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Financial Literacy - College funding
POLL
National poll results
More than half of parents say they can't afford college, but they'll postpone their retirement to help finance it.
Smart ways to pay for college

Half of families can't afford college

Competing priorities and rising college costs are forcing parents' hands to either play the selfless martyr or live up to their "Me Generation" label. Regardless of which role they choose, it's evident they can no longer afford the cost of putting their children through college.

When asked to self-report, fewer than half of parents (47 percent) feel they can afford to send their kids to school, but a full 78 percent are willing to make at least one major sacrifice in order to do so. For many, this means shortchanging their retirements.

Bankrate commissioned GfK Roper to conduct a random survey of parents' college funding plans as part of our yearlong Financial Literacy series. Parents with children younger than 18 were polled. The first question reveals a full 86 percent of parents expect their children to go to college, which shows a continuation of the upward trend of enrollment. Two-thirds of all high school graduates currently enroll in college, up from one-half a generation ago in 1975. According to statistics from the U.S. Department of Education, enrollment increased by 17 percent between 1984 and 1994 and jumped another 21 percent between 1994 and 2004.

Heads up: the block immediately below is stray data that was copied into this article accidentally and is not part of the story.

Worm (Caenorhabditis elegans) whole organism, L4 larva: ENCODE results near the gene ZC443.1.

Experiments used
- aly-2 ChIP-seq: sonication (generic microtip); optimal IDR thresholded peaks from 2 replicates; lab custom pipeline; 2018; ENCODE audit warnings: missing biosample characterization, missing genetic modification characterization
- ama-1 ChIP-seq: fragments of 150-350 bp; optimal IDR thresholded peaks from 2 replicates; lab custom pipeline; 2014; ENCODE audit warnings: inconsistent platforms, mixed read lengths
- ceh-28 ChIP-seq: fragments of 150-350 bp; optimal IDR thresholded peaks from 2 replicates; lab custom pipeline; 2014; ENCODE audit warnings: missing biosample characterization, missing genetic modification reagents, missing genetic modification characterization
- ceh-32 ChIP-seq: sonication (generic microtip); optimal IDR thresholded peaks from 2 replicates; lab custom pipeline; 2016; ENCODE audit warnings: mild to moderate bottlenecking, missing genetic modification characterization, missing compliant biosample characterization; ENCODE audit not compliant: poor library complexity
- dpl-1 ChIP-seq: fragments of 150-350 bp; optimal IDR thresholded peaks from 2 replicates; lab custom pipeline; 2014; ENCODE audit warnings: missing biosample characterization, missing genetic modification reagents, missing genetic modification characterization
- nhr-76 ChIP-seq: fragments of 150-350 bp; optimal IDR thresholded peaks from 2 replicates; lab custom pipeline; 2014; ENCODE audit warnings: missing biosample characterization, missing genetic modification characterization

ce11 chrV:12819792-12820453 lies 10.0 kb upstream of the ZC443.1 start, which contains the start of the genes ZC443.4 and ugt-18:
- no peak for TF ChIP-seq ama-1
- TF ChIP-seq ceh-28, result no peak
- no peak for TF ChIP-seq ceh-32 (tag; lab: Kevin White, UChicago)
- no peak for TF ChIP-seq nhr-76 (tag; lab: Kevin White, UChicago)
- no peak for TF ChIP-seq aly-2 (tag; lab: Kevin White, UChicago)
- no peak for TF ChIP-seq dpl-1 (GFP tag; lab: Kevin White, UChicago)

All subsequent questions were asked only of those who expect their kids to go to college.

Can you afford sending your child to college?

As college attendance becomes the rule rather than the exception, the burden is not surprisingly heaviest on lower-income families. "Parents with incomes below $40,000 were much more likely to say they couldn't afford college compared to those with higher incomes. The unsettling aspect of this poll is that in all likelihood, these parents' perceptions mirror reality," says Tamara Draut, author of "Strapped: Why America's 20- and 30-Somethings Can't Get Ahead." "College costs have soared with the average tuition at a public four-year university, increasing more than 35 percent in the last five years and having more than doubled in the last two decades, after adjusting for inflation."

Higher prices are hitting everyone hard, regardless of income level. Bankrate senior analyst Greg McBride points out that even though nearly half of parents can afford the costs, that number is an average calculated from what he calls a "heavy skew of the survey toward higher-income households." Only 28 percent of parents with household incomes less than $50,000 can afford college, but even among higher-income groups, only 65 percent of parents say they can afford their children's education.

-- Posted: Sept. 17, 2007
 
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